Every news organizations should have a “straightforward protocol” for responding to “targeted campaigns that seek to undermine the legitimacy of news organizations and obscure the facts around conflicts.” Just fill in the blanks.
Sally Buzbee enters a newsroom in crisis. Her most urgent task is to establish clear, honest, and principled ways of covering a major political party that is increasingly devoted to subverting democracy.
The key for the Times opinion section going forward should be quality control, not opinion control. There should be a near-zero tolerance for bad-faith arguments. And if Republicans refuse, they haven't been canceled, they've opted out.
Jay Rosen says political reporters will never change, so we should just have fewer of them, and have more subject-matter reporters instead. I like the idea, but I think it's the editors who really need to go.
A still-secret inspector general report cites a "lack of consensus" among Capitol Police officials about whether there were "specific known threats" -- as if that was why they failed to protect the Capitol from a pro-Trump mob.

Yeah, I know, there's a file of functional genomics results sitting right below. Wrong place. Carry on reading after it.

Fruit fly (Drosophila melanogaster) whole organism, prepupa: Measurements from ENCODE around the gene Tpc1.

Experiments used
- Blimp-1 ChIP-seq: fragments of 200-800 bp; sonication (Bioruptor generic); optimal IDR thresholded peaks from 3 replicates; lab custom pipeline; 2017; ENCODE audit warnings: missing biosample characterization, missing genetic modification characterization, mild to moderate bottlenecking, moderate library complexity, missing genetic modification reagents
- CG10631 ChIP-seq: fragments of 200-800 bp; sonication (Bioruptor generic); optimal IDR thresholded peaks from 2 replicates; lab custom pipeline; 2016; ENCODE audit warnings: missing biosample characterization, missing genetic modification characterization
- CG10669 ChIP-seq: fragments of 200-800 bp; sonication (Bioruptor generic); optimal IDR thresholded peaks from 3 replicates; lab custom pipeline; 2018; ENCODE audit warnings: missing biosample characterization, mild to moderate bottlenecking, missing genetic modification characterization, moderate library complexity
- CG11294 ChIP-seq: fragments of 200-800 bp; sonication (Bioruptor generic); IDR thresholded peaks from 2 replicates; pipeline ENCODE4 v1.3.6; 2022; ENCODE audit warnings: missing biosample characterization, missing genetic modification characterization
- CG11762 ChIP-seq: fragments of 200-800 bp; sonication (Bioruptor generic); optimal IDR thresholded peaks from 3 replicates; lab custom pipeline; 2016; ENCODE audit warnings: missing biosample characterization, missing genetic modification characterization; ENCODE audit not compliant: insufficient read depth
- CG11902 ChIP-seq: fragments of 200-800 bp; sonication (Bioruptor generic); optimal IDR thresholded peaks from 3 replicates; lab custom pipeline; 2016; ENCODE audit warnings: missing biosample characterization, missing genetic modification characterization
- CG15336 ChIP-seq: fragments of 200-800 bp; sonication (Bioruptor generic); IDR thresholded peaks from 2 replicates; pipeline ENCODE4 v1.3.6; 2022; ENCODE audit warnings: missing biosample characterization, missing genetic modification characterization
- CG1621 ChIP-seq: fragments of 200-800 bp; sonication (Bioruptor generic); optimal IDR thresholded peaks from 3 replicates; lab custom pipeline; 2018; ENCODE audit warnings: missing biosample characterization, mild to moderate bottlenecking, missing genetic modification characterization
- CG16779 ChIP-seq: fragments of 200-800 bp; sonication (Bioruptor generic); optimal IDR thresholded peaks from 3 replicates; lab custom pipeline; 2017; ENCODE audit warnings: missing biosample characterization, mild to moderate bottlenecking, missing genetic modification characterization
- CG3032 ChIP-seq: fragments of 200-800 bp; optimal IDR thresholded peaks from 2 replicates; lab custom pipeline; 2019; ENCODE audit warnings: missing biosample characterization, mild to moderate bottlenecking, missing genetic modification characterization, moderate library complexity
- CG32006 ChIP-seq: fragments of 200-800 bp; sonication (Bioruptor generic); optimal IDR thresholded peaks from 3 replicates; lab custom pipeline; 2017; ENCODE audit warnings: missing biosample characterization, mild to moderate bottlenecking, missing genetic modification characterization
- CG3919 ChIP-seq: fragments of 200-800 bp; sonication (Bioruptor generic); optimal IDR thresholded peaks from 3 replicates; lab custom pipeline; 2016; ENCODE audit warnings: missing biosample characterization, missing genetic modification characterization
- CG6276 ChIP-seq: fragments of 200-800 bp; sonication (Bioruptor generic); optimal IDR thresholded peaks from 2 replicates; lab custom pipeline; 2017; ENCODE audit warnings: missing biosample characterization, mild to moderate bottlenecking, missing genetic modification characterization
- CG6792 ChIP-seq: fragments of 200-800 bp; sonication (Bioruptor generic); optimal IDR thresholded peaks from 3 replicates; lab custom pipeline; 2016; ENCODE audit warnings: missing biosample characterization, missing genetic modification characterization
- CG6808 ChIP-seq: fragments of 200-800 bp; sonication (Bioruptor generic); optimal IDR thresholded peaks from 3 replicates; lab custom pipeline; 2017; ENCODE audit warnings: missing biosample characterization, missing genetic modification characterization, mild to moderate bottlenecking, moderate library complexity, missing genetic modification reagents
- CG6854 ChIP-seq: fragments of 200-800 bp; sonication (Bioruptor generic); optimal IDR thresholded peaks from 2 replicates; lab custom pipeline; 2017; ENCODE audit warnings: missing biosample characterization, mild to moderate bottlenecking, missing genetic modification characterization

The press corps will soon have a chance to push Biden past the scripted talking points and get him to reveal more about what's really going on inside his head -- and his White House. (But they'll probably blow it.)
For political journalists, democracy reform is far too earnest to be sexy. But they should be writing about H.R. 1 every day because the wounds it aims to heal are the underlying cause of the political dysfunction they report on every day.
The Washington Post, like other elite news organizations, has long resisted constructive criticism from within as well as from without. And in his victory lap, Marty Baron unwittingly explained why: Because the leaders don’t listen.